Our regular reviewer Lucja Leonard (aka Running Dutchie) shares her experience of taking part in the epic Half Marathon Des Sables in Fuerteventura.
Introducing the Half MdS
I’m jolted awake, screaming. Was I screaming out loud or was that in my nightmare? Where am I? There’s a tent flapping around me, the wind is howling. I’m sticky with sweat and sand and haven’t showered for two days. I feel totally disorientated in the darkness.
And then I remember, I’ve just completed the second stage of the Half Marathon Des Sables. The Half MdS is set on the island of Fuerteventura, the second largest of the Canary Islands, which is more commonly known as a holiday destination due to its white sandy beaches and year-round sunshine.
288 runners are here however to run 120K over 4 days/3 stages in a fully self-sufficient foot race across the rugged, sandy and arid terrain of the island. It could be likened to running on the moon or Mars. The race isn’t in my nightmare and I drift back to sleep until the sun rises over our camp.
I completed this race last year, which was as gruelling and tough as the full MdS. But hardships are quickly forgotten and I was quick to say yes to the opportunity to go again as part of the WAA Team. I’d barely recovered from Leadville 100 five weeks ago, but was keen to improve on last year’s time and 7th place.
I also had two coaching clients, Michaela and Babar, going along who I’d been helping for the last few months prepare. Not only physically and mentally, but also kit preparation, which for a race like this is key. The impact of the weight of your bag and the food and kit you bring can make or break your race.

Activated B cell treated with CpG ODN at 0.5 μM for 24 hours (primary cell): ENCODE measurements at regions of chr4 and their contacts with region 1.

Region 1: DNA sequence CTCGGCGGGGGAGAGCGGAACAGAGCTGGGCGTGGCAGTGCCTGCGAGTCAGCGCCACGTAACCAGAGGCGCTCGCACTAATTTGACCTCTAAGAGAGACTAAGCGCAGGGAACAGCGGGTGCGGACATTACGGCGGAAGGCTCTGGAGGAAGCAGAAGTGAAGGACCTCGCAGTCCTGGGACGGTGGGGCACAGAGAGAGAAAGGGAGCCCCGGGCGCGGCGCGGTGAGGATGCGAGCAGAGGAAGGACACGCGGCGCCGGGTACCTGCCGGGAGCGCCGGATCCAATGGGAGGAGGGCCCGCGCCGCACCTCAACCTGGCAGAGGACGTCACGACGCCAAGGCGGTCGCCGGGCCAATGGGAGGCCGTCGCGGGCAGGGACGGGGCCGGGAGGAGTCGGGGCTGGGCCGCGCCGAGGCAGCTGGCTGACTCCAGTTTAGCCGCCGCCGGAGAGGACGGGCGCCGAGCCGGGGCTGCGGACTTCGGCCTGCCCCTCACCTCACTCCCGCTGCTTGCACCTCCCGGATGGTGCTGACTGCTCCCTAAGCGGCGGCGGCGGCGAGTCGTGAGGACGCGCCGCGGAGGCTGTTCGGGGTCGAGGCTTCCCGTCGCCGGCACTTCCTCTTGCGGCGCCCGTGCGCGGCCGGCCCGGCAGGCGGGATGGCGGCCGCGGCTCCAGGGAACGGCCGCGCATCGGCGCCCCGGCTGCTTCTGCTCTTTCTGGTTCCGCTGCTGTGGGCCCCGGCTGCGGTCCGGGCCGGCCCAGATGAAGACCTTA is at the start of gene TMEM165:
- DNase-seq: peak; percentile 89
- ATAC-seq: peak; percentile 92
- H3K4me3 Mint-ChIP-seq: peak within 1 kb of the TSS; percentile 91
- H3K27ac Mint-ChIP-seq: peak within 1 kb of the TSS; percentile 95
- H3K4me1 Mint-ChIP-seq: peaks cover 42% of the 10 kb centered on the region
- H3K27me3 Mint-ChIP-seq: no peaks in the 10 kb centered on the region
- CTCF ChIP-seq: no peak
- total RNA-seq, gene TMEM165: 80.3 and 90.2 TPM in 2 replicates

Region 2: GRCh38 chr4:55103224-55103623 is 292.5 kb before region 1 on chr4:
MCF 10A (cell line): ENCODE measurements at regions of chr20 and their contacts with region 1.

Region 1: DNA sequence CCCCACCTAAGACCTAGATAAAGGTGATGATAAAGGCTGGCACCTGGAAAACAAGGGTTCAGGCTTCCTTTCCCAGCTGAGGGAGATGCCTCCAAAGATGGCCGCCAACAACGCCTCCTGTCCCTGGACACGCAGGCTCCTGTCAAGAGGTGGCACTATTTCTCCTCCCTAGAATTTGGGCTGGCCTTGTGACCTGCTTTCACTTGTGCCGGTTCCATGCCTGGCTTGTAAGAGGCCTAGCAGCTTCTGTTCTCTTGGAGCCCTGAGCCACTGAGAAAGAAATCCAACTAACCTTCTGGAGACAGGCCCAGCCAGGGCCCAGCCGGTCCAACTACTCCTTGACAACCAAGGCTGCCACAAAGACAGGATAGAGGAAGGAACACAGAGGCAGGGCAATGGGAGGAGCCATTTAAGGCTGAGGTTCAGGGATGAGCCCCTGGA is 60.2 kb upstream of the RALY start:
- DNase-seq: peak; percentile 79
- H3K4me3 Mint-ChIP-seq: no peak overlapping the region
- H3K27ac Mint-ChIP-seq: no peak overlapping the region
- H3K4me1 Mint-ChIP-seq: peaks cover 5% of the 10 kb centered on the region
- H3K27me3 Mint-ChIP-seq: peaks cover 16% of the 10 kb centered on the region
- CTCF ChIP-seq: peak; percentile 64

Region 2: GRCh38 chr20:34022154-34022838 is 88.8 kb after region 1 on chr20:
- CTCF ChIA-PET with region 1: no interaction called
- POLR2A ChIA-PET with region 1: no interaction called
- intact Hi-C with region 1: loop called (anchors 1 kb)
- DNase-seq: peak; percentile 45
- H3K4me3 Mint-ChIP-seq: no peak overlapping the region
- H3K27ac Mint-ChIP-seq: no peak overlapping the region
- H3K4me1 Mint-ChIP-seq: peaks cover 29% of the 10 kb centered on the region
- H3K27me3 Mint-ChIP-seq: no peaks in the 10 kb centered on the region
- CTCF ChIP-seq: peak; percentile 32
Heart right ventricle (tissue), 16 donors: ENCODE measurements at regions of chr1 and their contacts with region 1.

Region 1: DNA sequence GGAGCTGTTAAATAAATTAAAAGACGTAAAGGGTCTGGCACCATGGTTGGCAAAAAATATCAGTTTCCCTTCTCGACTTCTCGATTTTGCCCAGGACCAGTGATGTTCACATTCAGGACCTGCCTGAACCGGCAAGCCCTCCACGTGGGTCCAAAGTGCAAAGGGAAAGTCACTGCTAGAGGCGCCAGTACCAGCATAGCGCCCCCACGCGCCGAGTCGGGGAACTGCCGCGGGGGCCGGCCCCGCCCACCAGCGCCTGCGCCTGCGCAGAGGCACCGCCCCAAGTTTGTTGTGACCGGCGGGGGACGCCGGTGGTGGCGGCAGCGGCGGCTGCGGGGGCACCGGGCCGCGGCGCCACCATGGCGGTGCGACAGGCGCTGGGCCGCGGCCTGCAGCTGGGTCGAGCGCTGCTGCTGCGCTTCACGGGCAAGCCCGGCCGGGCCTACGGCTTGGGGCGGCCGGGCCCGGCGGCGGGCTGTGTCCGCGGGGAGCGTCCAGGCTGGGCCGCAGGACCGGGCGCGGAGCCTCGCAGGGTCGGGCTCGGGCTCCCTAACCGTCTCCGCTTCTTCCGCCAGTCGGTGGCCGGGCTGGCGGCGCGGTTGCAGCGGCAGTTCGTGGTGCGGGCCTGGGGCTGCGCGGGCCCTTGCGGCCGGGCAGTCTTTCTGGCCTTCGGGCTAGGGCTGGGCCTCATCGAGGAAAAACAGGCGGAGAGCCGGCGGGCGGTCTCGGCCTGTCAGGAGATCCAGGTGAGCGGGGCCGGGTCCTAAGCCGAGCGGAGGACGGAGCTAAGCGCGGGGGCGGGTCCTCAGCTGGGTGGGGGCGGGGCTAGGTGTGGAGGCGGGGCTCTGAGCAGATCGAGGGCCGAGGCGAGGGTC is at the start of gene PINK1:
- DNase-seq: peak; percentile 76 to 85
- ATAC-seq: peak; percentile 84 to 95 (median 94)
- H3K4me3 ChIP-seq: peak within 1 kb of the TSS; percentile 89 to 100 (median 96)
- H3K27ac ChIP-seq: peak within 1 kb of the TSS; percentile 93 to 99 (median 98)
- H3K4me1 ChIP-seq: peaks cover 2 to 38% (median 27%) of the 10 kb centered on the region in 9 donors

With this being my sixth fully self-sufficient race and 10th multi-day event, my preparation is pretty polished. I have a great spreadsheet that I’ve been tweaking for years now. It lists everything I will take from kit and equipment, to a daily tally of food including calories, protein, fat and carbohydrates, along with their weight. So as I’m planning my ‘menu’, I can quickly see how this stacks up. Variety is key at these events, as the weather and exhaustion can impact how your body reacts to the taste and nutrition.
Playitas Resort is the grand accommodation before and after the race. Day 1 start line is a 45-minute bus ride away and consists of 13.2 miles with 1,900ft ascent. [It involves] running through sandy terrain and the outskirts of a few small towns, before the final stretch along the coastline which is absolutely stunning. It has some sheer drops to the beautiful blue water below, which is off limits to the competitors, but so tempting.